The most consistently moving and poignant website- to me- is postsecrets.
In it, people anonymously are able to share their deepest secrets. Often, it is that One Secret that has has defined her or his life, that a person is able to share for the very first time. These secrets are shared on a postcard of the secret-sharer’s own design, and sent to an address in Maryland. Looking at the way these secrets are presented visually is sometimes even more difficult than reading the words of the secrets themselves.
A new collection is posted each Sunday. One of them this week is among the saddest I have ever read there because it represents, I’m afraid, the tip of an enormous iceberg of isolation and loneliness, being experienced by many, many people.
Years ago, at a prison ministry weekend event, at a point when the residents of the institution were relaxed enough to feel comfortable sharing real feelings, I heard a man named Monty say this (I am reconstructing this from notes I took quickly as he spoke, because I knew I was hearing something profound):
“All my life, I thought everyone was having a good time, except for me. When I was in the army, we’d go to bars and everyone was laughing. I’d laugh, too, even though I didn’t feel like laughing. I’d make jokes about women that I didn’t believe, because I thought they were what the guys wanted to hear. People liked me, but it was the pretend-me. It wasn’t me.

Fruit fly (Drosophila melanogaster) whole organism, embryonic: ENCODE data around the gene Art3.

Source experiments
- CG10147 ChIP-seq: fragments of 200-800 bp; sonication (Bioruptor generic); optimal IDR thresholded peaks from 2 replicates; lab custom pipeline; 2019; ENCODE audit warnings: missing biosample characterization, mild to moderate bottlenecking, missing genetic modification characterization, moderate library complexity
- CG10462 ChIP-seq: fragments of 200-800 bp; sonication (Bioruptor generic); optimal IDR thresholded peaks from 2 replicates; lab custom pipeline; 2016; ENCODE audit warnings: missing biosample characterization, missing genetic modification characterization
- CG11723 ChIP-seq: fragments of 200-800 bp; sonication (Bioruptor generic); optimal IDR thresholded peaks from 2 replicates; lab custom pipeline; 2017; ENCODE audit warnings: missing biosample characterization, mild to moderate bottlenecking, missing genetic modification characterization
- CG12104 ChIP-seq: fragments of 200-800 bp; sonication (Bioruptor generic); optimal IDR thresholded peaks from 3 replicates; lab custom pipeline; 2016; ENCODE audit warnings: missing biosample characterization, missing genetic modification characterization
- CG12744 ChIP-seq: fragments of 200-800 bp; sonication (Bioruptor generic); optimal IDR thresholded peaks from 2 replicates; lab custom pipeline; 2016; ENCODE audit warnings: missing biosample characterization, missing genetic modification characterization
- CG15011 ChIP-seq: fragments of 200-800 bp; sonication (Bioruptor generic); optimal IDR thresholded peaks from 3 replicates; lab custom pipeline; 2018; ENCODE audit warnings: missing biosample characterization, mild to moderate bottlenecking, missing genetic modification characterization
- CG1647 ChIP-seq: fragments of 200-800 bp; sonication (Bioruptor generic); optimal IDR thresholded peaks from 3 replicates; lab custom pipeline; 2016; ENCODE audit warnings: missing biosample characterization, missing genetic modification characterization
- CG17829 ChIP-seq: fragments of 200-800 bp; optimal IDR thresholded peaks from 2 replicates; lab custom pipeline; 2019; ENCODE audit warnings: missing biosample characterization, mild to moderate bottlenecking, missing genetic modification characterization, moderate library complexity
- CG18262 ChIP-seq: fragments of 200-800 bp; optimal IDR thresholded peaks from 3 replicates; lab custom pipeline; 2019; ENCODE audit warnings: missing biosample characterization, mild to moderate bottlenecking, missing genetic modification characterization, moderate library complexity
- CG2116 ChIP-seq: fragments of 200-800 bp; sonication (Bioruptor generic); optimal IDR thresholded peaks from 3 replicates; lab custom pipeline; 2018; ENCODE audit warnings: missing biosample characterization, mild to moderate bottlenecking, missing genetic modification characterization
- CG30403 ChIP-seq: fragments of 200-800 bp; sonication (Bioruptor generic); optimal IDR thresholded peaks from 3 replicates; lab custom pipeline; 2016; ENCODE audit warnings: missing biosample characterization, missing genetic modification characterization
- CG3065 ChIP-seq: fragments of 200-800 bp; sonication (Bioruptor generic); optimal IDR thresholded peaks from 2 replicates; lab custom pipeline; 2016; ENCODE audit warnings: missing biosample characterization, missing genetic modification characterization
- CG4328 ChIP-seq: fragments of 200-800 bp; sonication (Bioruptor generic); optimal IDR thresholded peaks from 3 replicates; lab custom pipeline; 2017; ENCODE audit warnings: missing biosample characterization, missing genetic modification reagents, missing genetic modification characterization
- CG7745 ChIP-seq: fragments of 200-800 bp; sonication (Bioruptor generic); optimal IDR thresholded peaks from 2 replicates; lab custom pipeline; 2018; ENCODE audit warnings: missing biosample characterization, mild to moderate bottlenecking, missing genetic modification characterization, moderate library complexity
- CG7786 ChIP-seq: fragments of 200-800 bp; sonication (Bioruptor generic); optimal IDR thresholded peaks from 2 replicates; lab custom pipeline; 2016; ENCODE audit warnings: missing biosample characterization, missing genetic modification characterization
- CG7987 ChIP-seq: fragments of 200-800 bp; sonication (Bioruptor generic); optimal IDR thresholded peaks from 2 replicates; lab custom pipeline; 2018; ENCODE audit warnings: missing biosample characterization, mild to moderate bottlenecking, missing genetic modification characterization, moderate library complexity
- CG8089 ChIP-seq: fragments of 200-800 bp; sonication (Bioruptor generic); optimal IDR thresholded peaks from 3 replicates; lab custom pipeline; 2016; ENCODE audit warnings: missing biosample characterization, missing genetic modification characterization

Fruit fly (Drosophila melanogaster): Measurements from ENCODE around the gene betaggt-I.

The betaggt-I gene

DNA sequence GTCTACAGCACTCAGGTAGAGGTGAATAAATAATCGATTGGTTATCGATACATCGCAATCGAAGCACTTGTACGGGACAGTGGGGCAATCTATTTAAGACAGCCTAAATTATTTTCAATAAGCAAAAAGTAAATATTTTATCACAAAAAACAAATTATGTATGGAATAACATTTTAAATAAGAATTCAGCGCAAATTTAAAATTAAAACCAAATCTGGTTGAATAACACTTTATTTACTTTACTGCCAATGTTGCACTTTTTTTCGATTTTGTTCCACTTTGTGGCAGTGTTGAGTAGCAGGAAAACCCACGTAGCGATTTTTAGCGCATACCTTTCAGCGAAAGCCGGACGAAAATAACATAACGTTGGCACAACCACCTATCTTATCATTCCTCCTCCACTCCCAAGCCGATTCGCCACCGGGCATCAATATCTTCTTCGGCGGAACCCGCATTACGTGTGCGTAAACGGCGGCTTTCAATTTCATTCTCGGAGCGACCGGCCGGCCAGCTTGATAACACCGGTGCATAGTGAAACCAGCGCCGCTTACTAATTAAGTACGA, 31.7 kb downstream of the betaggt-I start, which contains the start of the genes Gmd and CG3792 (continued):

“It wasn’t until I’d been in here for several years, and finally made some real friends, that I found out that everybody in that bar felt that way. People feel that way everywhere. I was envying everybody, and everybody was envying me, and we were all laughing and none of us had a goddam friend in the world. Hell, that’s why we were in the army in the first place!”
In prison, irony of ironies, Monty had found a real group of friends. Their shared circumstances, and Monty’s own abilities to be vulnerable and honest, were the foundations of his new relationships. (Which would, because of the crime which landed Monty there, need to last a lifetime.)
Loneliness is a plague of the most widespread and severe sort. It is a plague born, in large part, by the viral cultural environment in which almost all of us live. We learn early on that it is our own bootstraps we must be pulling on, that the point of everything is winning, and that fun- good times- is the reason for living.
Our models in life are the two dimensional beings we see on television or at the movies who seem to have to have mastered those three ‘truths.” They’re happy like I wannabe, but can’t be. They’re on top, like I wannabe, but won’t ever be. They’ve got lots of friends, and I just want one.
The assumptions that most people begin to make, from the time they sit in front of a TV and are able to comprehend, are that there must be something wrong with them if they cannot be like everybody else. Insidiously, a solution to that personal assessment follows almost immediately: a person can buy their way out of their apartness. Thirty thousand scripted commercials into life, and the five year old knows exactly what kind of cereal, toys, soda pop, and clothing will make them happy, “like those kids.” (the two dimensional ones) Over the next 15 years, or so, they will learn that the thrill of purchased “victory” is either unattainable (poverty) or short-lived (there is always a new and better thing, looming). But by that time, the dies of American consumerism have been set, and the 20 year old begins his or her life as a continuing cog in the American Gross National Product.